King County is looking at two finalists to become the new Director of OLEO (Office of Law Enforcement Oversight): Eddie Aubrey and Tamer Abouzaid. Both are similar in their outlook for the organization, although only Abouzaid said he’d support a state law prohibiting police unions from negotiating on issues of oversight.
The City of Seattle has filed a countersuit against The Seattle Times. If you’ll remember, the Times filed a suit against the City because of mishandled public record requests, including Mayor Durkan’s missing text messages. It’s also worth noting the City’s legal strategy for this matter is decided by City Attorney Pete Holmes, who is up for re-election.
Remember Mayor Durkan’s pot of $30m in this year’s budget for the Equitable Communities Initiative? Well, she has asked the Seattle City Council to lift the proviso on those funds, unveiling her spending plan proposal based on recommendations from the task force. Most of the funds will be dispersed through the RFP process. This legislation will be discussed at the Finance and Housing committee meeting on July 20.

Recent Headlines and Tweets

Paul Faruq Kiefer
Some stats from this report: Native people are nine times more likely to be stopped by SPD than white people (and Black people are five times more likely), but white people were more likely to be carrying a weapon when they were stopped. https://t.co/LnHZTDL8Nm

Seattle News Salad Read More »

2 SPD Officers Participated in January 6th DC Insurrection

2 SPD Officers Participated in Jan 6 Insurrection

Today the OPA released their findings for their investigation into the actions of 6 SPD officers who attended the “Stop the Steal” rally in Washington DC on January 6. They found that two of the six officers, Alexander Everett and Caitlin Rochell, participated in the illegal storming of the Capitol. These officers also lied about their actions during the investigation. The charges against the three officers were not sustained, and the investigation into the fourth officer’s actions was inconclusive. In addition, one officer refused to cooperate with the investigation by providing records and is now facing a new case within the OPA for insubordination.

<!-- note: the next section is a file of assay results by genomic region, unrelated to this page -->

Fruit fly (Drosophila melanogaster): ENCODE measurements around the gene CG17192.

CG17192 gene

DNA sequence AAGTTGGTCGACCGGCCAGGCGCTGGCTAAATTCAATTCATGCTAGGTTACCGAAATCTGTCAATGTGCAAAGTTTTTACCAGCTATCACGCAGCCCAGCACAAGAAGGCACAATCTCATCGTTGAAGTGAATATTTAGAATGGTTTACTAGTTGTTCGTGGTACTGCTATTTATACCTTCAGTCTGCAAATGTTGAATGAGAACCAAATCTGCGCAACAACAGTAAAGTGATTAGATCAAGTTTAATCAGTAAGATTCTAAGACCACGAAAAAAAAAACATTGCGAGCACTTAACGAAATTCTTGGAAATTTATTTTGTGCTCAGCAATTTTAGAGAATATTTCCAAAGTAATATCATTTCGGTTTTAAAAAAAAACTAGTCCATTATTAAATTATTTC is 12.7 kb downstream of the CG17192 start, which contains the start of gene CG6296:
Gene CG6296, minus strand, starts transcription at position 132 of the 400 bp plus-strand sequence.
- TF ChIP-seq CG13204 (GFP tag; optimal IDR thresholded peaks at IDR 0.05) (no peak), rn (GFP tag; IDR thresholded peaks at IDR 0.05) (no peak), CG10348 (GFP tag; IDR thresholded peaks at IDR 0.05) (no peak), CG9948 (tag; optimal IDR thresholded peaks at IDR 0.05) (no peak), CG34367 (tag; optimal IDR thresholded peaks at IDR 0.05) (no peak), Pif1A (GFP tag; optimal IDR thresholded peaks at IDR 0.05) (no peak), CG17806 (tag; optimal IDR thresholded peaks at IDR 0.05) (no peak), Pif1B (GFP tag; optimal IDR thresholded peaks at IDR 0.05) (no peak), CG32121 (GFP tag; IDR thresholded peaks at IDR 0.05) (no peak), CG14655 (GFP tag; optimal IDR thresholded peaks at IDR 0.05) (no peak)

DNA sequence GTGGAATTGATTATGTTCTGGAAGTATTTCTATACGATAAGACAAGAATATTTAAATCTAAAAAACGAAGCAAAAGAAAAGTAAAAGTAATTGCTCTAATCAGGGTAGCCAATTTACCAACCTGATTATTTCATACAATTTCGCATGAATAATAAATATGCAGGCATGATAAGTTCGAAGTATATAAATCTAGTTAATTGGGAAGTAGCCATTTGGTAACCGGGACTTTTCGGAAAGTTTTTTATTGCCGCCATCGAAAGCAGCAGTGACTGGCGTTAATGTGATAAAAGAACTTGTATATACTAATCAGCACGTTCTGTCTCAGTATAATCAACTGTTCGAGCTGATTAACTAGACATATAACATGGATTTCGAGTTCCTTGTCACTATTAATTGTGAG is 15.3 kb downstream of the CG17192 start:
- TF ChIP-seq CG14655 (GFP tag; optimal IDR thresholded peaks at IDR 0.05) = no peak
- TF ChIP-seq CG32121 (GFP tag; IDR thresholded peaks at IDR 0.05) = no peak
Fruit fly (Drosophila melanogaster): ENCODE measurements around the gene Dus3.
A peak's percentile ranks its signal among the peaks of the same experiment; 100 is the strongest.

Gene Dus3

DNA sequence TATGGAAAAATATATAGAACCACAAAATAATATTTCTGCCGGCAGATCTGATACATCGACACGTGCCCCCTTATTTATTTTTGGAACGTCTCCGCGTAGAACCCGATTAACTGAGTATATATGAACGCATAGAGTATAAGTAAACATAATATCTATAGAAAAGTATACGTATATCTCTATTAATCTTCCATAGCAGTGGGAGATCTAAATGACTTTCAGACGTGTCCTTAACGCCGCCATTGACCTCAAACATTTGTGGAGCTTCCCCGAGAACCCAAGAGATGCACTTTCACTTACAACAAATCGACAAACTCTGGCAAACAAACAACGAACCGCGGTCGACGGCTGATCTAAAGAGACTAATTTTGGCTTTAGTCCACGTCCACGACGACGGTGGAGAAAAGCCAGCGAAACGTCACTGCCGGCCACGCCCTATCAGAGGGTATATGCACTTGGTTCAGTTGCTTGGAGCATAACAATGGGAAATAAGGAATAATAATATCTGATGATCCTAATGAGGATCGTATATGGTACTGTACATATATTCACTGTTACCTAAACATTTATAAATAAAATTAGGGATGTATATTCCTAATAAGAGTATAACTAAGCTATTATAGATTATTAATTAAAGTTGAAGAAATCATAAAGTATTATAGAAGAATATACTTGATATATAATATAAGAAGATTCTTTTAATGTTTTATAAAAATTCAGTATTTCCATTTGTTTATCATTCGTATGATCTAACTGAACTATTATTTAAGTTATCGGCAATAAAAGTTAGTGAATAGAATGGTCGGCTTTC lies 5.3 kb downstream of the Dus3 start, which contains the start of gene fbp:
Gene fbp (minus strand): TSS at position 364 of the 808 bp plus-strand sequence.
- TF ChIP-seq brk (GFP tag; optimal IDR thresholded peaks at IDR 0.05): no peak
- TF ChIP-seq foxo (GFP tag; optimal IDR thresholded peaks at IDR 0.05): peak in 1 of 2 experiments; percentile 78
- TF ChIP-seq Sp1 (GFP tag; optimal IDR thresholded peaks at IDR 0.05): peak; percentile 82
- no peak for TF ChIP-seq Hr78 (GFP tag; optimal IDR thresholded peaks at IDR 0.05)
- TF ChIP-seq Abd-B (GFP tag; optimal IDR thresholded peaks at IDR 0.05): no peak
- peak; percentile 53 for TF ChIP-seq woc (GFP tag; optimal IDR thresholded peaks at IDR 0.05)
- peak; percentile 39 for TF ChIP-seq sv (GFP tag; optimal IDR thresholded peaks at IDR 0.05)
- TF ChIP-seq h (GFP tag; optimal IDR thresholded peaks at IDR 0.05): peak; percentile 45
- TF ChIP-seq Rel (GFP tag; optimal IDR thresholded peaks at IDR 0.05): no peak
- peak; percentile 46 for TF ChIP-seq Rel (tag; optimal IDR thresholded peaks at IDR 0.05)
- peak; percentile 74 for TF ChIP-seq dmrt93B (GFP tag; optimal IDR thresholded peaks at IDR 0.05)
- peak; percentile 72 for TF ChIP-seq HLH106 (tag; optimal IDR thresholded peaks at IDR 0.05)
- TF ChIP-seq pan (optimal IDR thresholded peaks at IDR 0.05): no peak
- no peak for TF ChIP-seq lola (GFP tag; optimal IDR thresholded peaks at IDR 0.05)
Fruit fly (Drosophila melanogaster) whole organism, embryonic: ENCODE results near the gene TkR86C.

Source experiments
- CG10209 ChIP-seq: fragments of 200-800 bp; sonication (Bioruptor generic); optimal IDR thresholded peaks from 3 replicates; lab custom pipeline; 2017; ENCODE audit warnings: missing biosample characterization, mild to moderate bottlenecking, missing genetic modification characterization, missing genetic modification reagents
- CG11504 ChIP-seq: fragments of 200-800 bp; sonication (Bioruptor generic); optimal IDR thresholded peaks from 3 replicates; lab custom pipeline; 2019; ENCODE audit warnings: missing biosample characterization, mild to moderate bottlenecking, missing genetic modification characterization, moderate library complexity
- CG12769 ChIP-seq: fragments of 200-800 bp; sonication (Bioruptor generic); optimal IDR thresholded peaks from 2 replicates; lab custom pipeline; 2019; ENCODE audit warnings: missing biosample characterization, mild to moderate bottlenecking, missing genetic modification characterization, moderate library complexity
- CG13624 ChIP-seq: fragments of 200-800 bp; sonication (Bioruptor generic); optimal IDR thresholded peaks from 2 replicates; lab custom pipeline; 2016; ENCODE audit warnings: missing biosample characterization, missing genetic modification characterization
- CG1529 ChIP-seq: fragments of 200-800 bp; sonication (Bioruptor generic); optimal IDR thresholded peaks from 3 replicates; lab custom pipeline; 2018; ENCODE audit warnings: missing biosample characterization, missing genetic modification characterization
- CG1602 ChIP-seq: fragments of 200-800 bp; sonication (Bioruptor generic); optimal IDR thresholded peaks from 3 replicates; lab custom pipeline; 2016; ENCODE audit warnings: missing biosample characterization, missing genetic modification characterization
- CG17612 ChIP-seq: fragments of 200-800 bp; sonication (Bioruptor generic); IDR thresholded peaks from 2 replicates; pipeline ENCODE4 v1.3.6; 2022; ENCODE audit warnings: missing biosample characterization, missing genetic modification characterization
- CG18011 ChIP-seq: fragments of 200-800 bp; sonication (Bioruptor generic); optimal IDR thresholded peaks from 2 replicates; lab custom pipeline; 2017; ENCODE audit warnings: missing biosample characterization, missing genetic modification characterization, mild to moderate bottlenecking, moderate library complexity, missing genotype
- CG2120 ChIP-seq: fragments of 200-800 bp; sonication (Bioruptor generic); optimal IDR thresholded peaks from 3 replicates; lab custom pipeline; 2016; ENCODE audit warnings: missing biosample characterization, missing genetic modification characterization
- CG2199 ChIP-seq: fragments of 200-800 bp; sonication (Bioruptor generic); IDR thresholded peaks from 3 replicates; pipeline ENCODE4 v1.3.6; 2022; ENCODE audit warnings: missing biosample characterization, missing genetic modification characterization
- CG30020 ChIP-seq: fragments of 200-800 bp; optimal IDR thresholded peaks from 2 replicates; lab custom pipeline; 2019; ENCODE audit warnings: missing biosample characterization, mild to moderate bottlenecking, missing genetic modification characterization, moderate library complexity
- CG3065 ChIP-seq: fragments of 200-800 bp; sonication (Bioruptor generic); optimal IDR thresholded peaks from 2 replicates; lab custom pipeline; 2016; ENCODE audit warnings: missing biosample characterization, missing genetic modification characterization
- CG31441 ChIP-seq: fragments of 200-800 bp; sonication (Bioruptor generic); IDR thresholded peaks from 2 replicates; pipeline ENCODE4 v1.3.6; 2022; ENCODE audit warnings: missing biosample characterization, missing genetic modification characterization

Interim Chief Diaz said in the past that he would fire any officers who were found to have participated in the illegal insurrection. The OPA also recommended the two officers they found had participated be fired.
Meanwhile, SPOG has been pushing back against the OPA’s investigation of these officers, filing a grievance against the city and asking the OPA to destroy personal records collected as part of the investigation. Director Myerberg has said he expects the grievance to go to arbitration.

Other Seattle News

The Recall Sawant campaign has announced they’ve collected over 9,000 signatures to get the recall on the ballot. Their goal is to reach 10,739 signatures by August 1, and to have the recall on the November ballot.
The SPD police officer who used unapproved facial recognition software as part of his investigations was given a one-day suspension after the OPA ruled he had violated SPD’s professionalism policies. In the past, the same officer used a personal drone to take pictures of a suspect’s house.
Crosscut published a revealing story about the five Black campus police officers who are suing UW for $8m for the unbearable racism they’ve suffered on the job:
They report being called racial epithets, referred to as “monkeys” and having bananas left in their lockers, being told, “I thought all you guys like watermelon and Popeyes chicken.” They say they overheard white officers say that George Floyd got what he deserved, and even being hit with a stick by a white officer, who then said, “You people should be used to being hit with these.”
And The South Seattle Emerald published an op-ed by Marcus Harrison Green about healing justice that I highly recommend reading.

Recent Headlines

Records officers who blew whistle about Seattle mayor’s missing texts file $5 million claims against city | The Seattle Times